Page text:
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RUSSELL_40 Posts: 16,826
7/20/13 9:36 A

If you do not have an issue with the food you are eating, and are on your way to a healthy weight, then your diet is working for you. At some point you may have more time, or find it necessary to cut out the processed food, but for now, I would just continue losing weight.

That is why I asked whether you needed advice on having dinner ready, or also feedback on your menu. Since you are losing, I wouldn't change anything. We often try to incorporate advice from others, and the result could be the changes don't result in weight loss. When you finally stop losing, then you might decide to cut some processed foods, or make other healthy changes, but right now, you are losing weight, and that is what is healthiest of all.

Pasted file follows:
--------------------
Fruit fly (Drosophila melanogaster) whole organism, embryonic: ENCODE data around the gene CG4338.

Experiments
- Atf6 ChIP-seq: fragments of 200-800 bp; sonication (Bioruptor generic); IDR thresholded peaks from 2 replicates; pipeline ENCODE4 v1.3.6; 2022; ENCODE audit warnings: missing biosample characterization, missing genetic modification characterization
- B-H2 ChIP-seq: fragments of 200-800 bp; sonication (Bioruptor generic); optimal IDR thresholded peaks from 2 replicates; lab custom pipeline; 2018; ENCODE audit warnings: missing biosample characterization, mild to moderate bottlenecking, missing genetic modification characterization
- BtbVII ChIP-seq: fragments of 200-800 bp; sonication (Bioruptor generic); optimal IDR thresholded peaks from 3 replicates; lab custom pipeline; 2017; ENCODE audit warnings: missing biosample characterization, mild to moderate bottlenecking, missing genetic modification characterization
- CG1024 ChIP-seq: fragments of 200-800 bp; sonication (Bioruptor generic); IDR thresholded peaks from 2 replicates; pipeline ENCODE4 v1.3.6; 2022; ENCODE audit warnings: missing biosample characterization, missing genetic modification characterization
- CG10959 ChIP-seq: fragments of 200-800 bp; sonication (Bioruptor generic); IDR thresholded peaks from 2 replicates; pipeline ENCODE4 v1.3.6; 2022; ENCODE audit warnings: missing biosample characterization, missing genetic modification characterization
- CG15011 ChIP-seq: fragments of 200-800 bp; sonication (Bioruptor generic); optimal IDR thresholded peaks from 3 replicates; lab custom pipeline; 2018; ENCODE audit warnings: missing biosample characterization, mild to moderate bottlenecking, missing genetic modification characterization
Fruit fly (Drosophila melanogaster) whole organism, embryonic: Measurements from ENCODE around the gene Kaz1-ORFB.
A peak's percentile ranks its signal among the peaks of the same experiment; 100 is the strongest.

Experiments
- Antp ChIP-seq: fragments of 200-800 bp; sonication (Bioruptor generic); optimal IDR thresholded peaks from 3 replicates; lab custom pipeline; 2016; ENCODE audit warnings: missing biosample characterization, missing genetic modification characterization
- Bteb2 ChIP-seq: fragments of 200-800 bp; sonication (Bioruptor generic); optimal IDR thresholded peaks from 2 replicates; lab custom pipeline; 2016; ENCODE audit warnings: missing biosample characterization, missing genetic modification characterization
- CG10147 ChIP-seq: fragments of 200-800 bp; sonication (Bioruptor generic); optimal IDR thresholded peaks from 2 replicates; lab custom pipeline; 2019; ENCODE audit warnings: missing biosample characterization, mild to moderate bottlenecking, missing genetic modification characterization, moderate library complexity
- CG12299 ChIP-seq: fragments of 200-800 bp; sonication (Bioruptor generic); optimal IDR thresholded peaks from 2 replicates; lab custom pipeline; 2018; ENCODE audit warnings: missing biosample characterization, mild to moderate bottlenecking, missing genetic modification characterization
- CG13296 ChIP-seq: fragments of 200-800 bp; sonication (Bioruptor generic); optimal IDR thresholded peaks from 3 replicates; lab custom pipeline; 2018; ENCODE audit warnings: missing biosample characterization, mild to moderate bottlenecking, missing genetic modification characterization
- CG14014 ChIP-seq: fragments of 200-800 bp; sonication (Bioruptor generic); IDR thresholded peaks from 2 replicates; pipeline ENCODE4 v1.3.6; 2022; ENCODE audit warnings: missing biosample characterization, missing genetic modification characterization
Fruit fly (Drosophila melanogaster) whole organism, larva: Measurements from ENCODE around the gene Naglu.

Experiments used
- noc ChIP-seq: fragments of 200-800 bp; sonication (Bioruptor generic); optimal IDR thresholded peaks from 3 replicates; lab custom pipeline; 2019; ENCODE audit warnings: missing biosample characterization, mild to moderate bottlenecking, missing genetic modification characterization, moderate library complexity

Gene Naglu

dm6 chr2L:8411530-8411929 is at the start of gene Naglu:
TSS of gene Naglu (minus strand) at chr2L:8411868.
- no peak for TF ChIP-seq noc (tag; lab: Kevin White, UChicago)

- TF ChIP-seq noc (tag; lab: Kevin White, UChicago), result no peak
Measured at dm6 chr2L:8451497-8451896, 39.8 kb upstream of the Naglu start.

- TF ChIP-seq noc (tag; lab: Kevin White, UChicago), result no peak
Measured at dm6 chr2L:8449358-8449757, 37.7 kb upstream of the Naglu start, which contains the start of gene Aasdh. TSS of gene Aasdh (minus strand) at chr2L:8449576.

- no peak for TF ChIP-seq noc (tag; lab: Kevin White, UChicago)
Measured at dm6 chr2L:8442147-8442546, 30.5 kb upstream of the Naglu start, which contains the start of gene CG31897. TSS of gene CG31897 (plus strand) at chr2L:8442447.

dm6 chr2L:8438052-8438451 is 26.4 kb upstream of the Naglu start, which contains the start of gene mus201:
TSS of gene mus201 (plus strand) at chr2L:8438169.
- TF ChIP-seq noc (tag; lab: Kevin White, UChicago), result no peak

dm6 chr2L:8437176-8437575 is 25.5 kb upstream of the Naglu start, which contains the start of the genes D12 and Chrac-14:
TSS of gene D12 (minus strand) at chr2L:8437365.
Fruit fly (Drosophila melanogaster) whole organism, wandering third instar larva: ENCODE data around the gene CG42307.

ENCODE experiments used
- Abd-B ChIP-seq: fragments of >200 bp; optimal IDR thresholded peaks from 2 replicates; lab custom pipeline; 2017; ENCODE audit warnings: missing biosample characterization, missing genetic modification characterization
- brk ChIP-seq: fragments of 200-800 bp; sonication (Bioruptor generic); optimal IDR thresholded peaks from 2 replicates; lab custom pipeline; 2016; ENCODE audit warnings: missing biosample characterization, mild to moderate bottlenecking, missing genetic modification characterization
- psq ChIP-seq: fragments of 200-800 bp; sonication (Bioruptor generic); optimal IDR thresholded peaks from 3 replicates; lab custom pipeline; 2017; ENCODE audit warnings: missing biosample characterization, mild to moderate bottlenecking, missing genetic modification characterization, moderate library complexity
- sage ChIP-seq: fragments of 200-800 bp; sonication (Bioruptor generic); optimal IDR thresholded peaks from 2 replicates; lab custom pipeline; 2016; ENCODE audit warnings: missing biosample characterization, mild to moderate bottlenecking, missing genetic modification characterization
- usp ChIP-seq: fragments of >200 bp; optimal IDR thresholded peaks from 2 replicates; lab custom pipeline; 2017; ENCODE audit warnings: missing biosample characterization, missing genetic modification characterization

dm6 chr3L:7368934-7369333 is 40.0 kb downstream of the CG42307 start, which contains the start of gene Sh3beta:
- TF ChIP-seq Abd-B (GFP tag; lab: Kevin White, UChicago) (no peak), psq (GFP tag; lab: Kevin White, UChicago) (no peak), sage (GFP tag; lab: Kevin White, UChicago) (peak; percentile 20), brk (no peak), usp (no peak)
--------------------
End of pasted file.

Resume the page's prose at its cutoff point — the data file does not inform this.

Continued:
I would use the advice on having dinner ready when you got home, and wait until there is a problem with your diet is not working to worry about it. Make healthier choices whenever possible, but otherwise don't tinker with your diet, when it is working.

FTSOLK Posts: 1,400
7/19/13 8:46 P

I've never noticed a huge difference for me if I have too many carbs- as long as I don't JUST have carbs. I need to have some kind of protein (even cheese) to keep me from getting too hungry too quickly.

I believe the 2 cups of potatoes MUST have been a seasoned/sauced steamer bag of vegetables that INCLUDED potatoes. It was one of those cook and dump on a plate things. I certainly didn't have 2 cups of plain potatoes.